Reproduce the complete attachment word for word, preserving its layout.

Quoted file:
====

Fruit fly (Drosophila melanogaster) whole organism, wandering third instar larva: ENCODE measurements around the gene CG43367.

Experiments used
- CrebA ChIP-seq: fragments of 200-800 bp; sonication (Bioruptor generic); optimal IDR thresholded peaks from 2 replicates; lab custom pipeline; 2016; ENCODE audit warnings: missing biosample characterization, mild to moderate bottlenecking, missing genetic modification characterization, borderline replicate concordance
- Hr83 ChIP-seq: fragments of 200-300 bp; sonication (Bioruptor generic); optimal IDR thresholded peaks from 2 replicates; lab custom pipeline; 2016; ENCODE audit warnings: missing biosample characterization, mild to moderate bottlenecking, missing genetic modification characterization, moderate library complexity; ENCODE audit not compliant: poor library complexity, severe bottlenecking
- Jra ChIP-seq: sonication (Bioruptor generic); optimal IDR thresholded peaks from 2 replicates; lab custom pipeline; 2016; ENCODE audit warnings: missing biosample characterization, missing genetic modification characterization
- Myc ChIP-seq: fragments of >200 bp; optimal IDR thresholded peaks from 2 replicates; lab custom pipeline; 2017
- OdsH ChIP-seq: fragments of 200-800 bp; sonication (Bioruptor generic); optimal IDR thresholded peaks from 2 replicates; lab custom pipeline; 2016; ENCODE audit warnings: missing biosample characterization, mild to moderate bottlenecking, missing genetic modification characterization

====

Fruit fly (Drosophila melanogaster) whole organism, wandering third instar larva: ENCODE measurements around the gene CG43367.

Experiments used
- CrebA ChIP-seq: fragments of 200-800 bp; sonication (Bioruptor generic); optimal IDR thresholded peaks from 2 replicates; lab custom pipeline; 2016; ENCODE audit warnings: missing biosample characterization, mild to moderate bottlenecking, missing genetic modification characterization, borderline replicate concordance
- Hr83 ChIP-seq: fragments of 200-300 bp; sonication (Bioruptor generic); optimal IDR thresholded peaks from 2 replicates; lab custom pipeline; 2016; ENCODE audit warnings: missing biosample characterization, mild to moderate bottlenecking, missing genetic modification characterization, moderate library complexity; ENCODE audit not compliant: poor library complexity, severe bottlenecking
- Jra ChIP-seq: sonication (Bioruptor generic); optimal IDR thresholded peaks from 2 replicates; lab custom pipeline; 2016; ENCODE audit warnings: missing biosample characterization, missing genetic modification characterization
- Myc ChIP-seq: fragments of >200 bp; optimal IDR thresholded peaks from 2 replicates; lab custom pipeline; 2017
- OdsH ChIP-seq: fragments of 200-800 bp; sonication (Bioruptor generic); optimal IDR thresholded peaks from 2 replicates; lab custom pipeline; 2016; ENCODE audit warnings: missing biosample characterization, mild to moderate bottlenecking, missing genetic modification characterization